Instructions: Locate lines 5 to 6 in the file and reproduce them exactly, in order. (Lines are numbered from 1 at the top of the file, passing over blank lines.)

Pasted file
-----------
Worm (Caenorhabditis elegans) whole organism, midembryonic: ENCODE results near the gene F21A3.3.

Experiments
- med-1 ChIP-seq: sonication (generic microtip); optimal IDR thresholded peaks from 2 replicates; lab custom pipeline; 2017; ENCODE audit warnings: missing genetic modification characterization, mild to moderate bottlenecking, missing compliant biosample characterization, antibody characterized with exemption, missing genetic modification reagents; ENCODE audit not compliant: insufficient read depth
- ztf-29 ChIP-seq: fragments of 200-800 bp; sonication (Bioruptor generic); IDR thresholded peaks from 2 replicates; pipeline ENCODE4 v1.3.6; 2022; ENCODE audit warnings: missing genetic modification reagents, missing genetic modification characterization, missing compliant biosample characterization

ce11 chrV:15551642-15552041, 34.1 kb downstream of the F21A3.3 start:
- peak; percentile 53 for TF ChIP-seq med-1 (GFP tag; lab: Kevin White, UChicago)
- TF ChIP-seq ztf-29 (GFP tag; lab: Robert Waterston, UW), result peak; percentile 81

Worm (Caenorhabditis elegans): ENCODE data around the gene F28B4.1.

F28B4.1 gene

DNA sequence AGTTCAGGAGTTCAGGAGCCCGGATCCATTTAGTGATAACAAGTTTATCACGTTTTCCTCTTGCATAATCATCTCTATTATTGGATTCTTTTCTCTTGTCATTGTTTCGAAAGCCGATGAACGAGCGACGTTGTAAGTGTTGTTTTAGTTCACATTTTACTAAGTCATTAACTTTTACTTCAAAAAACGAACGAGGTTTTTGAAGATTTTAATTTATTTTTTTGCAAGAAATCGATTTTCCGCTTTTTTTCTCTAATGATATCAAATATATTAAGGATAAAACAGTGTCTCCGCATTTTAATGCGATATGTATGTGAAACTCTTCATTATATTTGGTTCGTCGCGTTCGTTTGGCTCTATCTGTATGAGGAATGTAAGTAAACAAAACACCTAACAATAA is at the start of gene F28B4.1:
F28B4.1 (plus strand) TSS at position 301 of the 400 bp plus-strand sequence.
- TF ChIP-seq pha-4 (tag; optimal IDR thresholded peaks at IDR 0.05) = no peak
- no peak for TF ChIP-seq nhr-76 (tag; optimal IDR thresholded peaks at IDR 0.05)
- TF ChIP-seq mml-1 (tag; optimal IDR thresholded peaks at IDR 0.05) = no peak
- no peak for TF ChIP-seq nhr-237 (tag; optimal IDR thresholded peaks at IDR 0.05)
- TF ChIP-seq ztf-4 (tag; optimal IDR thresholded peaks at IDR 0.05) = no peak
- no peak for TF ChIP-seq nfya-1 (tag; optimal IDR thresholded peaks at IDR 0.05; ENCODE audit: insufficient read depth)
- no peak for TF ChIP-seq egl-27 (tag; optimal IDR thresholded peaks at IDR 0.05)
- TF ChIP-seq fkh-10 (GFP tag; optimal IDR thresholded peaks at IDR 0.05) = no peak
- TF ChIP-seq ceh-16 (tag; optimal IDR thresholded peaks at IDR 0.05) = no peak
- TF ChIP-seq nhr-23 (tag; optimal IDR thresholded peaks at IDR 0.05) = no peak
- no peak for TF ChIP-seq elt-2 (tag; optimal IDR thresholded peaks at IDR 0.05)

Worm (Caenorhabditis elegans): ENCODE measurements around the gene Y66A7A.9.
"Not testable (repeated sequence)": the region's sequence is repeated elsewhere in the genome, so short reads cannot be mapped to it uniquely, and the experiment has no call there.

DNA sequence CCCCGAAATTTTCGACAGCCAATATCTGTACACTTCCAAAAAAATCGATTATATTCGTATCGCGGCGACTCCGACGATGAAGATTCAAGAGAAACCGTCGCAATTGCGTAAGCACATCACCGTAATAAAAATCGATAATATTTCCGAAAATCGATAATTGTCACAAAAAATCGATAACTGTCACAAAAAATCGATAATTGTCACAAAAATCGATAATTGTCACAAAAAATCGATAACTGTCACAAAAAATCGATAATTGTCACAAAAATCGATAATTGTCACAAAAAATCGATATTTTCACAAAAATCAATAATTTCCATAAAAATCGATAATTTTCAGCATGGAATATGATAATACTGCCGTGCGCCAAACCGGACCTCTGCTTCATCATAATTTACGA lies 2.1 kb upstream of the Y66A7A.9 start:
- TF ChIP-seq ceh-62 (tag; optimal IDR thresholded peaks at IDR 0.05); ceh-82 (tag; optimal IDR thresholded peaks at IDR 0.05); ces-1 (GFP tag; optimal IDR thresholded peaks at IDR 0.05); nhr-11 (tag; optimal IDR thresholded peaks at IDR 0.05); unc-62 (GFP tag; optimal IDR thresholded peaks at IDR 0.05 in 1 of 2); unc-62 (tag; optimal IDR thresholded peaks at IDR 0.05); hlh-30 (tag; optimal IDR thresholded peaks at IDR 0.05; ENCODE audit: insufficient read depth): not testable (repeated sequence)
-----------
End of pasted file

ce11 chrV:15551642-15552041, 34.1 kb downstream of the F21A3.3 start:
- peak; percentile 53 for TF ChIP-seq med-1 (GFP tag; lab: Kevin White, UChicago)